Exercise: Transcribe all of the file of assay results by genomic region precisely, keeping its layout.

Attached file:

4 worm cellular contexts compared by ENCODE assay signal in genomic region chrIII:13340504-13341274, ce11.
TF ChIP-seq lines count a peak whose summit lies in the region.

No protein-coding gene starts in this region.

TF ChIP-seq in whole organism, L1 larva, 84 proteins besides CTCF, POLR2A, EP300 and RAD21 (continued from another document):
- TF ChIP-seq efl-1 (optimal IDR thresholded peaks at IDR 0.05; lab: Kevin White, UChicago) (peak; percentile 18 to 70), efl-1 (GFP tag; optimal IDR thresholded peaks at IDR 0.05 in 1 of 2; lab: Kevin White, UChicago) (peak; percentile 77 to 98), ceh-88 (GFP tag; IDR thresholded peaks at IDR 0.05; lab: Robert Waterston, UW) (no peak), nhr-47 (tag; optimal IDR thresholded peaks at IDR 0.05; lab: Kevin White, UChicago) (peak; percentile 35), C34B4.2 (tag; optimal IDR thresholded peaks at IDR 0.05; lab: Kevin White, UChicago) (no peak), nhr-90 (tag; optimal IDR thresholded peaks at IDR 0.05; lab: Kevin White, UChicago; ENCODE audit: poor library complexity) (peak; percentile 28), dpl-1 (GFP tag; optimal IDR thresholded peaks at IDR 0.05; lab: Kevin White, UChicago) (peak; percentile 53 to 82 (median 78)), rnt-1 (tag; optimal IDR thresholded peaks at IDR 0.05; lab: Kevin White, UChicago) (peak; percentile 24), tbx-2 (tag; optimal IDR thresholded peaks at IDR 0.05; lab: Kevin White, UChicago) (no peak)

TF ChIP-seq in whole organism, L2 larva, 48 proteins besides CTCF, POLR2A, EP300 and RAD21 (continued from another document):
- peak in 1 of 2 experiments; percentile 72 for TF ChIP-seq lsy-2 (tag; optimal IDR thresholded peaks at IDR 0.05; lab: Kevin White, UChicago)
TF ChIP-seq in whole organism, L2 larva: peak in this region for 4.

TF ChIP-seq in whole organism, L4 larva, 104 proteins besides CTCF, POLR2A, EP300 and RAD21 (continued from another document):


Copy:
4 worm cellular contexts compared by ENCODE assay signal in genomic region chrIII:13340504-13341274, ce11.
TF ChIP-seq lines count a peak whose summit lies in the region.

No protein-coding gene starts in this region.

TF ChIP-seq in whole organism, L1 larva, 84 proteins besides CTCF, POLR2A, EP300 and RAD21 (continued from another document):
- TF ChIP-seq efl-1 (optimal IDR thresholded peaks at IDR 0.05; lab: Kevin White, UChicago) (peak; percentile 18 to 70), efl-1 (GFP tag; optimal IDR thresholded peaks at IDR 0.05 in 1 of 2; lab: Kevin White, UChicago) (peak; percentile 77 to 98), ceh-88 (GFP tag; IDR thresholded peaks at IDR 0.05; lab: Robert Waterston, UW) (no peak), nhr-47 (tag; optimal IDR thresholded peaks at IDR 0.05; lab: Kevin White, UChicago) (peak; percentile 35), C34B4.2 (tag; optimal IDR thresholded peaks at IDR 0.05; lab: Kevin White, UChicago) (no peak), nhr-90 (tag; optimal IDR thresholded peaks at IDR 0.05; lab: Kevin White, UChicago; ENCODE audit: poor library complexity) (peak; percentile 28), dpl-1 (GFP tag; optimal IDR thresholded peaks at IDR 0.05; lab: Kevin White, UChicago) (peak; percentile 53 to 82 (median 78)), rnt-1 (tag; optimal IDR thresholded peaks at IDR 0.05; lab: Kevin White, UChicago) (peak; percentile 24), tbx-2 (tag; optimal IDR thresholded peaks at IDR 0.05; lab: Kevin White, UChicago) (no peak)

TF ChIP-seq in whole organism, L2 larva, 48 proteins besides CTCF, POLR2A, EP300 and RAD21 (continued from another document):
- peak in 1 of 2 experiments; percentile 72 for TF ChIP-seq lsy-2 (tag; optimal IDR thresholded peaks at IDR 0.05; lab: Kevin White, UChicago)
TF ChIP-seq in whole organism, L2 larva: peak in this region for 4.

TF ChIP-seq in whole organism, L4 larva, 104 proteins besides CTCF, POLR2A, EP300 and RAD21 (continued from another document):